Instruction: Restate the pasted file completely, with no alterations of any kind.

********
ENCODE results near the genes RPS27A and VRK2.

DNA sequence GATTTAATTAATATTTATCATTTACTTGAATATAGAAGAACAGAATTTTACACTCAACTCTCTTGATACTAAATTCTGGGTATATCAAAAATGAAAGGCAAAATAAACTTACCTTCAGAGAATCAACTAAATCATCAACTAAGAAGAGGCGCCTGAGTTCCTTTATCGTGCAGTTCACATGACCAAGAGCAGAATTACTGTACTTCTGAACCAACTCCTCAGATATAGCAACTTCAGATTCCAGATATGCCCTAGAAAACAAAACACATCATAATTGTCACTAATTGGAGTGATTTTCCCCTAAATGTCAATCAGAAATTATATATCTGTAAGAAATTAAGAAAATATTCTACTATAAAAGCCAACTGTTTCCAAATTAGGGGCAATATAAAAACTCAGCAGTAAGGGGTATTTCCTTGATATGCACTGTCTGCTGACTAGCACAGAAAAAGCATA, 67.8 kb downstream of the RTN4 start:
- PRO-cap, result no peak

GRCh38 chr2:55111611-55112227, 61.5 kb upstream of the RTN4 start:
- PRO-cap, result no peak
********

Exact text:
ENCODE results near the genes RPS27A and VRK2.

DNA sequence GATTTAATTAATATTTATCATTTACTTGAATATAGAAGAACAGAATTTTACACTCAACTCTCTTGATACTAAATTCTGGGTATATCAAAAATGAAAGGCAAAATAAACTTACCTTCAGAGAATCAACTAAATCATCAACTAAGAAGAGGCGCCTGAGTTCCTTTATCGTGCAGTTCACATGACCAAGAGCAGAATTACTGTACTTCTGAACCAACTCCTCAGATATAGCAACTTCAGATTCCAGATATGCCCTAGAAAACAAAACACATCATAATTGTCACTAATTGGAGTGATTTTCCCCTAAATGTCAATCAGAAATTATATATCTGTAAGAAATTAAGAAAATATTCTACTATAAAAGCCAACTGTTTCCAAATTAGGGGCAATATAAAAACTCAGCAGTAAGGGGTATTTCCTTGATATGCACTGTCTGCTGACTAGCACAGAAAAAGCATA, 67.8 kb downstream of the RTN4 start:
- PRO-cap, result no peak

GRCh38 chr2:55111611-55112227, 61.5 kb upstream of the RTN4 start:
- PRO-cap, result no peak